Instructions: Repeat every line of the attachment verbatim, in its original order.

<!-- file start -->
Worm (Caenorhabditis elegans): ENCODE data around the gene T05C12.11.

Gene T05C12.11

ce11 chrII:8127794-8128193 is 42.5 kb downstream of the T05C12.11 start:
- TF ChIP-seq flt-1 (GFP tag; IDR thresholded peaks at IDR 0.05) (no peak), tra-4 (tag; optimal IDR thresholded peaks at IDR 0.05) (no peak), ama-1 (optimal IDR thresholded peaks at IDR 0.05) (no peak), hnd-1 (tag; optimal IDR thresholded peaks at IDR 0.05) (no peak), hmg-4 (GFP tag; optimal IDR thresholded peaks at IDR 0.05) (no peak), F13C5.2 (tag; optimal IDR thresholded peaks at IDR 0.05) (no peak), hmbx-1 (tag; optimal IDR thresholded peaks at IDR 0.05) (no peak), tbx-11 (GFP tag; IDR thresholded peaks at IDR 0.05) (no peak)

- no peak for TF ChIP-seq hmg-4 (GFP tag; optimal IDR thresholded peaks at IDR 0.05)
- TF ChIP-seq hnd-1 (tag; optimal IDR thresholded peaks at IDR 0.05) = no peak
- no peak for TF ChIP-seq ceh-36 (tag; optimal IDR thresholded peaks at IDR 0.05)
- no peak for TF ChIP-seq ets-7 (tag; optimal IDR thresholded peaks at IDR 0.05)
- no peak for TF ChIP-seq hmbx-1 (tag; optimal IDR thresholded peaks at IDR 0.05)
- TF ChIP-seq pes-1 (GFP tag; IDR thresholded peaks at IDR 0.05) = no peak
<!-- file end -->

Worm (Caenorhabditis elegans): ENCODE data around the gene T05C12.11.

Gene T05C12.11

ce11 chrII:8127794-8128193 is 42.5 kb downstream of the T05C12.11 start:
- TF ChIP-seq flt-1 (GFP tag; IDR thresholded peaks at IDR 0.05) (no peak), tra-4 (tag; optimal IDR thresholded peaks at IDR 0.05) (no peak), ama-1 (optimal IDR thresholded peaks at IDR 0.05) (no peak), hnd-1 (tag; optimal IDR thresholded peaks at IDR 0.05) (no peak), hmg-4 (GFP tag; optimal IDR thresholded peaks at IDR 0.05) (no peak), F13C5.2 (tag; optimal IDR thresholded peaks at IDR 0.05) (no peak), hmbx-1 (tag; optimal IDR thresholded peaks at IDR 0.05) (no peak), tbx-11 (GFP tag; IDR thresholded peaks at IDR 0.05) (no peak)

- no peak for TF ChIP-seq hmg-4 (GFP tag; optimal IDR thresholded peaks at IDR 0.05)
- TF ChIP-seq hnd-1 (tag; optimal IDR thresholded peaks at IDR 0.05) = no peak
- no peak for TF ChIP-seq ceh-36 (tag; optimal IDR thresholded peaks at IDR 0.05)
- no peak for TF ChIP-seq ets-7 (tag; optimal IDR thresholded peaks at IDR 0.05)
- no peak for TF ChIP-seq hmbx-1 (tag; optimal IDR thresholded peaks at IDR 0.05)
- TF ChIP-seq pes-1 (GFP tag; IDR thresholded peaks at IDR 0.05) = no peak